Vancouver, B.C.-based TIO, which writes the software for the reverse ATMs and processes the bill payments, expects to expand the deployment of the bill-pay machines to MAPCO stores in other Tennessee cities.

TIO has a long history of working with a variety of convenience store chains and gasoline companies to install its machines, including Circle K, ExxonMobil and Sunoco.

Some of TIO’s billing partners will deploy their own corporate bill-pay machines in their locations. In those locations, customers can only pay one particular bill. But at the reverse ATMs at the MAPCO stores, customers can choose from thousands of companies to make payments. TIO has more than 10,000 billers as partners, but limits the number of billers a customer can access in each region.

“We typically show the consumer the bills that are most likely important to them in their region,” says Goehring.

Cricket Communications, which initially introduced inexpensive prepaid wireless phones with service within a customer’s home market, was among the first companies to offer a dedicated corporate bill-pay machine.

“A lot of the unbanked waited until the last minute to pay (their Cricket bill),” says Francie Mendelsohn, president of Summit Research Associates, a Maryland-based kiosk consulting and research firm.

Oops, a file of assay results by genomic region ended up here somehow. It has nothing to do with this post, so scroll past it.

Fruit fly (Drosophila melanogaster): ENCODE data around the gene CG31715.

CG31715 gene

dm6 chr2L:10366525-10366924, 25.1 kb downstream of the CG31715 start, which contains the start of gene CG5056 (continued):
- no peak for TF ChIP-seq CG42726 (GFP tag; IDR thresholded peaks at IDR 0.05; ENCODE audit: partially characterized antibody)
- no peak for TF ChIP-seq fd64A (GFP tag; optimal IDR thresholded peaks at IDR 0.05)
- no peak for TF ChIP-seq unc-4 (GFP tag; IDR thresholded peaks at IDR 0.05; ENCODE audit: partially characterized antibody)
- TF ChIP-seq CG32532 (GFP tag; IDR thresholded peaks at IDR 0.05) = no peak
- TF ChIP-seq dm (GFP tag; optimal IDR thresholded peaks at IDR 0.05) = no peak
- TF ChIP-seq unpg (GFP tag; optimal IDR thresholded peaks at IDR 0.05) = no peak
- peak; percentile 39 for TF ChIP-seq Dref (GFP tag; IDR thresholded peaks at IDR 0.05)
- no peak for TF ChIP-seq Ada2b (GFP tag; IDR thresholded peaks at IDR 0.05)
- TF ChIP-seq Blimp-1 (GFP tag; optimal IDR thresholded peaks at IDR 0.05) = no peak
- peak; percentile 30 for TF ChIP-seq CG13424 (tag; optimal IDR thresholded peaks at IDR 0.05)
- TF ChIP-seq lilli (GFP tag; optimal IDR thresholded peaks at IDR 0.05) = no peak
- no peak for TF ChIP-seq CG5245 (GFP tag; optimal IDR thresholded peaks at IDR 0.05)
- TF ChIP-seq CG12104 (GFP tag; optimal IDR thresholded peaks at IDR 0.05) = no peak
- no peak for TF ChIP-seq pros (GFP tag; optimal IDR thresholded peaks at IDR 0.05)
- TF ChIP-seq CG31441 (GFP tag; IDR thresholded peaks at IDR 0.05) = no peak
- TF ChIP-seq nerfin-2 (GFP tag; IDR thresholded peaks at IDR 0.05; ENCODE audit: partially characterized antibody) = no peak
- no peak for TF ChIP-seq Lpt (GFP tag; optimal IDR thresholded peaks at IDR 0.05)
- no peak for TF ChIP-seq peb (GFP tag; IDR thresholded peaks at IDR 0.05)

Corporate bill-pay machines have fewer problems than the reverse ATMs with thousands of billers, Mendelsohn says. But Joseph Patty, another clerk at the East Thompson Lane MAPCO Express, says he knows of only one instance when there was a problem with the reverse ATM at his store.

Patty says a woman put money in the machine, but the machine didn’t acknowledge the payment. She called the service number displayed on the reverse ATM, and the machine was repaired right away.

TIO has several competitors, the largest among them NCR. Bill-pay machines have been around for at least a couple of decades, says Bob Harlow, business development director for the Eastern United States at KIOSK Information Systems, one of TIO’s competitors.

“I think it’s fair to say that every year we have more and more requests for transactional kiosks,” he says.

Processing fees for reverse ATM usage vary by the type of transaction and biller. They can range from $1 up to several dollars per transaction. NES, for example, charges a $2 service fee.

Some fees are determined by the speed of the payment. With standard bill pay, the payment is entered into an account in two to four business days. Through expedited bill pay, the payment is posted to an account the same day.

The processing fee is divided between TIO and the retailer. Retailers may lease the reverse ATMs or buy them outright. Sometimes they may do a combination of the two. At many locations, a kiosk is built in at the counter, so clerks can take payments from customers who don’t want to use a self-serve machine.

TIO has about 60,000 self-service reverse ATMs or over-the-counter locations across the United States. MAPCO stores have only the self-serve kiosks.

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RECORD TOTALS DAY WEEK YEAR
PROPERTY SALES 0 0 0
MORTGAGES 0 0 0
FORECLOSURE NOTICES 0 0 0
BUILDING PERMITS 0 0 0
BANKRUPTCIES 0 0 0
BUSINESS LICENSES 0 0 0
UTILITY CONNECTIONS 0 0 0
MARRIAGE LICENSES 0 0 0